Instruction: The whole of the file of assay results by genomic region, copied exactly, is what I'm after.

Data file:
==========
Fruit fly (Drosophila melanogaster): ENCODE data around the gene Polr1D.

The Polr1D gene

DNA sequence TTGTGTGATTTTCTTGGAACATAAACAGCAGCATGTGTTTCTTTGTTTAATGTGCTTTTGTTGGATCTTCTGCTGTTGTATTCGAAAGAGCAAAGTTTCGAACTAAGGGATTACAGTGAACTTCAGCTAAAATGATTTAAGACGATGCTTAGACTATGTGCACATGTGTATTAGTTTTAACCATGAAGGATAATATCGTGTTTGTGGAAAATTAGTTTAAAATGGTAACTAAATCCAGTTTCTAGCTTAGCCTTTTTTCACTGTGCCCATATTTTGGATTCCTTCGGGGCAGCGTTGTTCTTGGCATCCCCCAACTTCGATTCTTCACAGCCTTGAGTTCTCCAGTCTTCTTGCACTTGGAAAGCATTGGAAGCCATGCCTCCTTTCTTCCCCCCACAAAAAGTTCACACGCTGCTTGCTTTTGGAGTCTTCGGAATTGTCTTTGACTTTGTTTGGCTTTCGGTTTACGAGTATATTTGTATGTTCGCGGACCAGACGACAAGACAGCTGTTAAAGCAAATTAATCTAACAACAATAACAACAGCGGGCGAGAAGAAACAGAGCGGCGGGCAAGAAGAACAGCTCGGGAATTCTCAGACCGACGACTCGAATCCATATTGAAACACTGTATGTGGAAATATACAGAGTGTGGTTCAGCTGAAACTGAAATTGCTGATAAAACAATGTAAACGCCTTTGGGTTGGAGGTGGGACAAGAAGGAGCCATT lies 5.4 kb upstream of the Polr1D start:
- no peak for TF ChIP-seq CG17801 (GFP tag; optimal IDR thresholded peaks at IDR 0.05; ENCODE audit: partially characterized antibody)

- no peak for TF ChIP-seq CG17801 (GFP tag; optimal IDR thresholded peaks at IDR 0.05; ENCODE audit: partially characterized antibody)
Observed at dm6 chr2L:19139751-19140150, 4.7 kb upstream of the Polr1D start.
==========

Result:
Fruit fly (Drosophila melanogaster): ENCODE data around the gene Polr1D.

The Polr1D gene

DNA sequence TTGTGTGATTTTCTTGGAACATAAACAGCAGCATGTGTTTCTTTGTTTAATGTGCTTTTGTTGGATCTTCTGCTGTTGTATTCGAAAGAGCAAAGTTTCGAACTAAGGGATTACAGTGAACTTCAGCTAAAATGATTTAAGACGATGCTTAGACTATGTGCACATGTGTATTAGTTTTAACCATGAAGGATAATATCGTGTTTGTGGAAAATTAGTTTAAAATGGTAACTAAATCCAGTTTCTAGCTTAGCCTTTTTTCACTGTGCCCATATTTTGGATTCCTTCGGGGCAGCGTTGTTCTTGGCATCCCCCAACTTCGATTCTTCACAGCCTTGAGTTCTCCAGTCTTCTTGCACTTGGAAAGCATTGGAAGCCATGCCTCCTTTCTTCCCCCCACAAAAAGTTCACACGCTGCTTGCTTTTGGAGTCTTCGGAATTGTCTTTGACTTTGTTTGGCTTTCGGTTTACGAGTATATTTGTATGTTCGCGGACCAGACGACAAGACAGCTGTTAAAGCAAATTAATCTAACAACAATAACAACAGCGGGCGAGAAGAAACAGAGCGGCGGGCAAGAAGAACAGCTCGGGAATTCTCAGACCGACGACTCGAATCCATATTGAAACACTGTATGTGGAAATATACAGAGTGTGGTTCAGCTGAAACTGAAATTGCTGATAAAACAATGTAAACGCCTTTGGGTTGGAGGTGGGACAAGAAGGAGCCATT lies 5.4 kb upstream of the Polr1D start:
- no peak for TF ChIP-seq CG17801 (GFP tag; optimal IDR thresholded peaks at IDR 0.05; ENCODE audit: partially characterized antibody)

- no peak for TF ChIP-seq CG17801 (GFP tag; optimal IDR thresholded peaks at IDR 0.05; ENCODE audit: partially characterized antibody)
Observed at dm6 chr2L:19139751-19140150, 4.7 kb upstream of the Polr1D start.